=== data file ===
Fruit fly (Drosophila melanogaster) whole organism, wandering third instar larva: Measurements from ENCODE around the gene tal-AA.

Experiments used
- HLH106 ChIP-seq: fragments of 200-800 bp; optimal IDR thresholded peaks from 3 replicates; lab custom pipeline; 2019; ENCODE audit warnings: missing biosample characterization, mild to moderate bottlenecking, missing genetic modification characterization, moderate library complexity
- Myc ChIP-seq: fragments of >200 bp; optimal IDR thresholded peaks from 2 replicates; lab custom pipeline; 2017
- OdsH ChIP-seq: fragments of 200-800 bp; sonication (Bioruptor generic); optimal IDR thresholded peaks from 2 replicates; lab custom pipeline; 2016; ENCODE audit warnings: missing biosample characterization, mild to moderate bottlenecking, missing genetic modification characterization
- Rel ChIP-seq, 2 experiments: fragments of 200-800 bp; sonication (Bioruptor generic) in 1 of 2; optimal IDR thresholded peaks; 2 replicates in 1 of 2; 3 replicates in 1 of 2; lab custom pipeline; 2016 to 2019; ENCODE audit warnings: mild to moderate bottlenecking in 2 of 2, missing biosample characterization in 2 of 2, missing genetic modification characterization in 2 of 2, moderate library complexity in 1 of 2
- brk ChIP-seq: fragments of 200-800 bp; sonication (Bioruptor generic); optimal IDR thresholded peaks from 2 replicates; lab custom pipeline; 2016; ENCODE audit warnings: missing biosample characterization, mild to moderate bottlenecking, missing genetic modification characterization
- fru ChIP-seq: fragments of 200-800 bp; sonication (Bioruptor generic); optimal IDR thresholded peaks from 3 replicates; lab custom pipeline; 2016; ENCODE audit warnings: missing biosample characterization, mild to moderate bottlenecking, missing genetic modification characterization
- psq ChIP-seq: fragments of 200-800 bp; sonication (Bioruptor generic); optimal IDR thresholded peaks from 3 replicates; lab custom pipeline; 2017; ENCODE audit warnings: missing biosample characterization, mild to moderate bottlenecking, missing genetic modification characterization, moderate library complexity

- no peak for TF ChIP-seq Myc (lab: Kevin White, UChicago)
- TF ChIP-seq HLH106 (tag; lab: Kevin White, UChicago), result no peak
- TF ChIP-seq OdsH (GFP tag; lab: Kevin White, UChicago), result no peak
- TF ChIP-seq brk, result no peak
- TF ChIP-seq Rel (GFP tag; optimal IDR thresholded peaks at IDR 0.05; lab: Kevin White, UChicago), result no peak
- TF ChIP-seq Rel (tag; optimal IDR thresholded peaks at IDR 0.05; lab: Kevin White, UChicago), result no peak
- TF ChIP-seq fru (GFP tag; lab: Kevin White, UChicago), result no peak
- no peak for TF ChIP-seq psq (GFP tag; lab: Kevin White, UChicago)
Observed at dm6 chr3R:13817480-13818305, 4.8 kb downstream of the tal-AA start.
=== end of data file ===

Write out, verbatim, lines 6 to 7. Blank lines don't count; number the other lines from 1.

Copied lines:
- Rel ChIP-seq, 2 experiments: fragments of 200-800 bp; sonication (Bioruptor generic) in 1 of 2; optimal IDR thresholded peaks; 2 replicates in 1 of 2; 3 replicates in 1 of 2; lab custom pipeline; 2016 to 2019; ENCODE audit warnings: mild to moderate bottlenecking in 2 of 2, missing biosample characterization in 2 of 2, missing genetic modification characterization in 2 of 2, moderate library complexity in 1 of 2
- brk ChIP-seq: fragments of 200-800 bp; sonication (Bioruptor generic); optimal IDR thresholded peaks from 2 replicates; lab custom pipeline; 2016; ENCODE audit warnings: missing biosample characterization, mild to moderate bottlenecking, missing genetic modification characterization